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Nevertheless, people even some quite close to DeLay are surprised. "Got a nonspecific hint that he would be doing something high-profile," says Richard Cullen, one of his legal advisers, when asked if he knew of DeLay's plans. "But I would never have guessed this." Republican strategist and former DeLay spokesman John Feehery was also shocked but more that his ex-boss had been asked than that he accepted. "He likes to be in the middle of the action," Feehery says. "Politicians have this internal thing where they like to be the center of attention." DeLay doesn't deny that. "I've always enjoyed being in the limelight. At least that's what my wife says," he says with a chuckle.
It makes a difference that DeLay comes to the show as a fan. For many of the male contestants, the biggest stumbling block is what producers call the entourage factor: What will the guy's friends say? But DeLay had already outed himself when, in 2006, he e-mailed his supporters, urging them to vote for country star Sara Evans' "good American values" against Jerry Springer and his "smut" (to no avail, since Evans left the show voluntarily around the same time she announced her divorce).
That experience didn't seem to sour DeLay, who has begun his DWTS campaign with such vigor, you'd think the cast was stocked with Democrats instead of subaltern celebrities with at least a decade on him. Like fellow Season 9 contestants TV actress Melissa Joan Hart and model turned merchandise mogul Kathy Ireland, he has a Twitter feed about his progress. (So far he has 1,845 followers, more than competitor Ashley Hamilton's 240 but fewer than Osbourne's 120,000.) "Headed to the studio for my first rehearsal and to meet my partner. Hoping it's not Nancy Pelosi :)," he tweeted on Aug. 18. His website, TomDeLay.com is now almost politics-free and has been renamed Dancing with DeLay. "His distinguishing characteristic is that he works his butt off," says Feehery. Yep, that's happening too. He told Burke he'd lost 18 lb. (8 kg).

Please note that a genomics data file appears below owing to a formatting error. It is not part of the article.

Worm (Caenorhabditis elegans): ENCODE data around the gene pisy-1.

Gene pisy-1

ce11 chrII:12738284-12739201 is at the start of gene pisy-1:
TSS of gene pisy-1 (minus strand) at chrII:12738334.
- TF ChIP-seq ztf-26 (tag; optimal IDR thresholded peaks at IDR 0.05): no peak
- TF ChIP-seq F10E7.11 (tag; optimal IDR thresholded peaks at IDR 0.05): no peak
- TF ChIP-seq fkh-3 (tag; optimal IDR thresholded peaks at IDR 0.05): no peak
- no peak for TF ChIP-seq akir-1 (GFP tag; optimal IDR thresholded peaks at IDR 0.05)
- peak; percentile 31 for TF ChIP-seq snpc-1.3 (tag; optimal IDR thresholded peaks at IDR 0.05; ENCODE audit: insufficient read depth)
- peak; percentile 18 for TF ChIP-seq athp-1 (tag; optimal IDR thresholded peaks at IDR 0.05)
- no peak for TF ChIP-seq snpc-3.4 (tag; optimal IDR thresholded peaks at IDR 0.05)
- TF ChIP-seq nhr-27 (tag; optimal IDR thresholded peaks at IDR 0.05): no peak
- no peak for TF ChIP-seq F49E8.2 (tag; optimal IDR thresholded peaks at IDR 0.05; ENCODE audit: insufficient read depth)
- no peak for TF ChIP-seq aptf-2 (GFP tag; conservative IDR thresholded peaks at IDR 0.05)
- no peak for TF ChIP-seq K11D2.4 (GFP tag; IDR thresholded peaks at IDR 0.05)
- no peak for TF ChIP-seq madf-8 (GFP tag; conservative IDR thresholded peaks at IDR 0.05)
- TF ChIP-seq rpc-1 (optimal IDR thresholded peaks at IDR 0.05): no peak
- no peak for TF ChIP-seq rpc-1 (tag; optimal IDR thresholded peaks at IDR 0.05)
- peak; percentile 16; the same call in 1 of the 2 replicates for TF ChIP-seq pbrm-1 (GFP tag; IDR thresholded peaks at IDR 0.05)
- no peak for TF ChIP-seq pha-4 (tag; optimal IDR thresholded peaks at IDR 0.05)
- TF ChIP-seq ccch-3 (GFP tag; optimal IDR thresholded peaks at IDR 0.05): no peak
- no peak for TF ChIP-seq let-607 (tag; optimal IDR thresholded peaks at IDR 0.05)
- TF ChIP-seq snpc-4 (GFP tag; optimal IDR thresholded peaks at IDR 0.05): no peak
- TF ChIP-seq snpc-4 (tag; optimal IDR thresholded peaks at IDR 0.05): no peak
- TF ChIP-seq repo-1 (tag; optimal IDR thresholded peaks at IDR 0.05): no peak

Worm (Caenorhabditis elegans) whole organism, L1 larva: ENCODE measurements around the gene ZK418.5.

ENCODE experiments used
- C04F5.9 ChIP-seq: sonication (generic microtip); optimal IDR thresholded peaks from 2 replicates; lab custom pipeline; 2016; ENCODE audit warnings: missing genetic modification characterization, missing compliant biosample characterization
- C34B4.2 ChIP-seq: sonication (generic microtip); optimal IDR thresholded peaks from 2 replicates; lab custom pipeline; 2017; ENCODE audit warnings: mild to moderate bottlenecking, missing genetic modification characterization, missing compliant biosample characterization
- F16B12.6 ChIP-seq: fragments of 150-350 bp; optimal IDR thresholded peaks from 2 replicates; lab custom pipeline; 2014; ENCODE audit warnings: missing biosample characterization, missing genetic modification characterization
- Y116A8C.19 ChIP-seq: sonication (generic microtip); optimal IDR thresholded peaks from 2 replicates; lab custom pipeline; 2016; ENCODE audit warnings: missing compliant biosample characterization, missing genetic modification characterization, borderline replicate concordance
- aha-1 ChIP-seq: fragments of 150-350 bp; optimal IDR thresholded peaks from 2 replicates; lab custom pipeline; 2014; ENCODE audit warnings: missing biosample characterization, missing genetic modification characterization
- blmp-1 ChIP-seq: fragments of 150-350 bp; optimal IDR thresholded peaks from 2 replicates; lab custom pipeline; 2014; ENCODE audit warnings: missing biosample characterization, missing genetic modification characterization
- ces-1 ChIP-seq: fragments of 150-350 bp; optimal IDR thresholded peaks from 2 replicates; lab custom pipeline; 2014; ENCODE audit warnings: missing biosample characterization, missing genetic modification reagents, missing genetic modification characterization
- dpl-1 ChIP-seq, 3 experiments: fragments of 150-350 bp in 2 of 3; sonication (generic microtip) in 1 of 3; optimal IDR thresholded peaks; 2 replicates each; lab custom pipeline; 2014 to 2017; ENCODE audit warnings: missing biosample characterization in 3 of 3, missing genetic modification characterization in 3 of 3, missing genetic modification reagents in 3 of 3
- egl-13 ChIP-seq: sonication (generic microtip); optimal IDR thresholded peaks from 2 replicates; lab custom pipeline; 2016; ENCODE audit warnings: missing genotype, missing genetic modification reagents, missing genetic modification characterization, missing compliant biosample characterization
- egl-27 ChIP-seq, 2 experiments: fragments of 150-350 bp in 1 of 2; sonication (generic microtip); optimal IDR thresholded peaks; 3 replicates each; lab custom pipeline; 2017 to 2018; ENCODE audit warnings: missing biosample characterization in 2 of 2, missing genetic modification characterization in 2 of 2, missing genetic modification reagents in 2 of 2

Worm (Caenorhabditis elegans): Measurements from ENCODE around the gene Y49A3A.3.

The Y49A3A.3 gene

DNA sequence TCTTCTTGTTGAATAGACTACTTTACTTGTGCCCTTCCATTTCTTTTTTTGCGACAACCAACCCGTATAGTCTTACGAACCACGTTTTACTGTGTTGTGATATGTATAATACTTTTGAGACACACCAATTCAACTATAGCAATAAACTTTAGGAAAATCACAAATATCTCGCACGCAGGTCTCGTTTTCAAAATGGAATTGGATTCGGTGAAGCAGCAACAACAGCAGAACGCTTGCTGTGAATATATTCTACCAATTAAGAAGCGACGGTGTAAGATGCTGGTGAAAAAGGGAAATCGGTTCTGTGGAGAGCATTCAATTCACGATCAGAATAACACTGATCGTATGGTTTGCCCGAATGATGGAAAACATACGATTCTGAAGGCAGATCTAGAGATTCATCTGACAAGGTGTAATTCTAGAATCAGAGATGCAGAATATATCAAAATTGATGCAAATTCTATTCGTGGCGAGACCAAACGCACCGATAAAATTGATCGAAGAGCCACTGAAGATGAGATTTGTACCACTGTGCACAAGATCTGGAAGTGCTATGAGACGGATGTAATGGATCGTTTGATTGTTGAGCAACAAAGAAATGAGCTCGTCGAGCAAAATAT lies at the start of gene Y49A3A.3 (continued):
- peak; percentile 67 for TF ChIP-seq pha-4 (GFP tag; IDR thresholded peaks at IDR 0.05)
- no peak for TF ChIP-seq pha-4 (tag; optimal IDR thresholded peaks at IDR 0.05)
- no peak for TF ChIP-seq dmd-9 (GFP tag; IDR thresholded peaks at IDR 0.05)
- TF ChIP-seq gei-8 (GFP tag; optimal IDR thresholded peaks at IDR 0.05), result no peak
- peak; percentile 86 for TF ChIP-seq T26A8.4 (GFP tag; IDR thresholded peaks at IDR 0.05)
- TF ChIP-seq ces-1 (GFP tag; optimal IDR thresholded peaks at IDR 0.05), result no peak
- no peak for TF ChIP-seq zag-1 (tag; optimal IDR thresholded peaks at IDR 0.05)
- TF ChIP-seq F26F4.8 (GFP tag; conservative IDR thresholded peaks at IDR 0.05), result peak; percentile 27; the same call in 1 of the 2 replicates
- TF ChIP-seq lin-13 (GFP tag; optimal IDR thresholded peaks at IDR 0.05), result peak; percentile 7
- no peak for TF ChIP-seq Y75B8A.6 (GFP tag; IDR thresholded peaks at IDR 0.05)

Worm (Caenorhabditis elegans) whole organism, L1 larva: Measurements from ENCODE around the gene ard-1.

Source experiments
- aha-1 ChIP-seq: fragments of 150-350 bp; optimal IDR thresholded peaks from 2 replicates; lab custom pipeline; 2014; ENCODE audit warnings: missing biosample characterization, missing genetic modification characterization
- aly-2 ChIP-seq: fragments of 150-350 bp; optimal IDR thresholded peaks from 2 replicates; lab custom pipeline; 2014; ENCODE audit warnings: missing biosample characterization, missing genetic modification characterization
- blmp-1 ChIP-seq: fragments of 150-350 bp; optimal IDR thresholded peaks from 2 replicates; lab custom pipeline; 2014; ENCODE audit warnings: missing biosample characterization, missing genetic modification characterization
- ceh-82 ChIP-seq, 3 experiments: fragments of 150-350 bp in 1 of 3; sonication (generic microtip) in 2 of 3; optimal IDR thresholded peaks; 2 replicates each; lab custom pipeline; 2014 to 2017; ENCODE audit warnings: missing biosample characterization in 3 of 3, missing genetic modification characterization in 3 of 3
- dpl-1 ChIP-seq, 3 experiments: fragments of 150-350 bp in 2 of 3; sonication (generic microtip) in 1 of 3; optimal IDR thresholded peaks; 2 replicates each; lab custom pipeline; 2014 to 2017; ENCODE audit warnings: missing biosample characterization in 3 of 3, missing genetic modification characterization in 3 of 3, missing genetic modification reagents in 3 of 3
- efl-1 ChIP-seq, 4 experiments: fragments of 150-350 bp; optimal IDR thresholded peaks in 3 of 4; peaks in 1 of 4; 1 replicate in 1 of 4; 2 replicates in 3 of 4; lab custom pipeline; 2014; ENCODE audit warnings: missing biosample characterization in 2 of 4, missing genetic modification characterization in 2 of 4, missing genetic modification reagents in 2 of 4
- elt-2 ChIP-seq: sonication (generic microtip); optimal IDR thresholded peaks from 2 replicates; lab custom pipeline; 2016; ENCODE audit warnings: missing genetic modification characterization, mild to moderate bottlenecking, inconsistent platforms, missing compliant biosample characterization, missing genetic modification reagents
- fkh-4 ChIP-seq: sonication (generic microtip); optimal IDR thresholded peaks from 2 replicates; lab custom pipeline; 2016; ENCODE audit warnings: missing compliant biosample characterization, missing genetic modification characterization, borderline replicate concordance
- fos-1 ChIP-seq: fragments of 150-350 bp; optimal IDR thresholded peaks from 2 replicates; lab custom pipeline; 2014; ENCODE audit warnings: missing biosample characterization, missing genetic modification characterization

Inevitably there are those who see DeLay's quick step as part of an image-rehabilitation plan. "He's a student of history. He knows historians will be writing about the Republican revolution, and he wants to get a fair shake with people," says Jim Backlin, a former House leadership aide under DeLay. "He wants to let the TV audience see what his friends do that he's a decent guy with a sense of humor."
If rehabilitation is on his mind, DeLay's not admitting it. "Everybody's questioning my motives and asking, Have I thought about all this?" he says. "No. I'm just going to dance and have fun." But he has to know, as we all do, that stars don't end up on a reality show even a mainstream, wholesome one like DWTS at the height of their powers. Liddell is taking a break from fighting, Carter is trying to put some tabloid antics behind him, and Natalie Coughlin is a swimmer most recognizable when wearing a skull-hugging cap. They're on the show because they're looking for the next step or another chance.
It's nigh impossible to win an election while under indictment. After four years, DeLay still doesn't have a court date. His consulting business is not so consuming that he can't spare five hours a day to dance. So might this be a new chapter for the Hammer? "Since I left Congress, I've gone through several new chapters," he says. "I have no idea what my future holds." Perhaps he just wants to get on the floor again and fight for something. It's unlikely he'll prevail, but he will have gone down swinging.